Amanda Vinson

The Vinson Lab is focused on developing large genotyped and phenotyped pedigrees of rhesus macaques in order to study the genetic basis of complex diseases that severely impact the health of both macaques and humans. These diseases include cardiovascular disease and obesity in humans, and endometriosis and colitis in macaques, among others. To characterize the genetic basis of these diseases, I apply quantitative genetic approaches to estimate the heritability of risk factors for disease, to locate quantitative trait loci (QTLs) that influence these risk factors, and to identify functional genetic variants at identified QTLs.  I have a particular interest in genetic effects on chronic inflammation and how these effects contribute to increased cardiovascular risk. 


Based on a subset of >750 macaques sampled to date, I have recently demonstrated significant heritability for total cholesterol, LDL cholesterol, triglycerides, abdominal circumference, and BMI in a single extended pedigree containing ~1,300 animals spanning 6 generations.  Currently, I am working to develop genome-wide genetic data in these pedigreed macaques that will enable a search for QTLs that influence these cardiovascular risk factors, as well as risk factors for other important diseases.  



Amanda Vinson is an Assistant Scientist in the Division of Neuroscience at the Oregon National Primate Research Center (ONPRC), and an Assistant Professor in the Department of Molecular and Medical Genetics at Oregon Health & Science University, Portland, OR.  Dr. Vinson is also the head of the Colony Genetics & Demographics unit within the Primate Genetics Program at the ONPRC. In this capacity, she is responsible for pedigree characterization of ~4,000 non-human primates at the ONPRC for genetic research and colony management. Dr. Vinson completed a Ph.D. in population genetics from the Department of Ecology, Evolution & Behavior at the University of Minnesota, and a postdoctoral fellowship in quantitative/statistical genetics at the Texas Biomedical Research Institute/Southwest National Primate Research Center.  During her postdoctoral training, she characterized heritability and QTL effects on Lp-PLA2 activity and LDL cholesterol, and on gene expression implicated in Th1 and Th2 immune response in a large, pedigreed baboon population.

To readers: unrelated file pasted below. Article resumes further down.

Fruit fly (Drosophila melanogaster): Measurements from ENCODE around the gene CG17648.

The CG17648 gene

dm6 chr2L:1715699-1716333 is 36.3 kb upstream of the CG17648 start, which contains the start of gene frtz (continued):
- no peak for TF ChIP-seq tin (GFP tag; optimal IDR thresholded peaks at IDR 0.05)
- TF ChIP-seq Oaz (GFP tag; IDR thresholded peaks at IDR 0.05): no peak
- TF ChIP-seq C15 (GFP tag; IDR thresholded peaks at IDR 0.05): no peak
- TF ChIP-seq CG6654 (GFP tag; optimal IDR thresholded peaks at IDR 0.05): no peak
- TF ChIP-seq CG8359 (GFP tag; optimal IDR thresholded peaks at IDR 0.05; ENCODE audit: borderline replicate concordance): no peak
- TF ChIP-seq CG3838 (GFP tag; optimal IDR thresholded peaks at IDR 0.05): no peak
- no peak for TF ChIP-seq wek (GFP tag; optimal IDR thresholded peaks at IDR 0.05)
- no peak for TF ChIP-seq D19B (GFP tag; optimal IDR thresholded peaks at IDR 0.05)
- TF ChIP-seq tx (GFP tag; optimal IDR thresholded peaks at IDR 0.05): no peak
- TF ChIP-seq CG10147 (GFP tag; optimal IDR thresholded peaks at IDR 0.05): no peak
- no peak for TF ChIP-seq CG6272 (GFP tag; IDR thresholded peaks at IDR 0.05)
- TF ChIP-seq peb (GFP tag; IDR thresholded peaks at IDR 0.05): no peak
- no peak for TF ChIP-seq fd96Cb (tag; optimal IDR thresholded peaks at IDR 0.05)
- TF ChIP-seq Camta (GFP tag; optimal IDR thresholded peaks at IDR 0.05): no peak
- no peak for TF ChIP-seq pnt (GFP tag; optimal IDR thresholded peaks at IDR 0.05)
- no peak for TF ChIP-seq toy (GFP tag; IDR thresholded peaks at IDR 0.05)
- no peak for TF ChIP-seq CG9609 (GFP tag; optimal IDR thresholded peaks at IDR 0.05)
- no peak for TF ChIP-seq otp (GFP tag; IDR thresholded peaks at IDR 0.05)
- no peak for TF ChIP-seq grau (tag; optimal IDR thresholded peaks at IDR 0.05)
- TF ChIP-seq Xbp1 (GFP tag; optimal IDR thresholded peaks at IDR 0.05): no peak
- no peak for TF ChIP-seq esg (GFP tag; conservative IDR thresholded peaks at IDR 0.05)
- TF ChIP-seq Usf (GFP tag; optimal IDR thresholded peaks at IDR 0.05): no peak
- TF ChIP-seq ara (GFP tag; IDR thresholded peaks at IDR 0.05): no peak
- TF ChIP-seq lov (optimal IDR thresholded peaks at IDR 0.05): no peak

Vinson A, Curran JE, Johnson MP, Dyer TD, Moses EK, Blangero J, Cox L, Roger J, VandeBerg JL, Havill L, Mahaney MC.  Genetical genomics of Th1 and Th2 immune response in a baboon model of atherosclerosis risk factors. Atherosclerosis 217:387-394. 

Vinson A, Mahaney MC, Diego VP, Cox LA, Rogers J, VandeBerg JL, Rainwater DL.  (2008) Genotype-by-diet effects on co-variation in Lp-PLA2 activity and LDL cholesterol concentration in baboons fed an atherogenic diet. J Lipid Res  49:1295-1302. 

Vinson A, Mahaney MC, Cox LA, Rogers J, VandeBerg JL, Rainwater DL. (2008) A pleiotropic QTL on 2p influences serum Lp-PLA2 activity and LDL cholesterol concentration in a baboon model for the genetics of atherosclerosis risk factors.  Atherosclerosis 196:667-673.  

Rogers J, Garcia R Jr, Shelledy W, Kaplan J, Arya A, Johnson Z, Bergstrom M, Novakowski L, Nair P, Vinson A, Newman D, Heckman G, Cameron J (2006) An initial genetic linkage map of the rhesus macaque (Macaca mulatta) genome using human microsatellite loci.  Genomics 87:30-38.   

Rogers J, Bergstrom M, Garcia R IV, Kaplan J, Arya A, Novakowski L, Johnson Z, Vinson A, Shelledy W (2005) A panel of 20 highly variable microsatellite polymorphisms in rhesus macaques (Macaca mulatta) selected for pedigree or population genetic analysis.  Am J Primatol 67:377-383.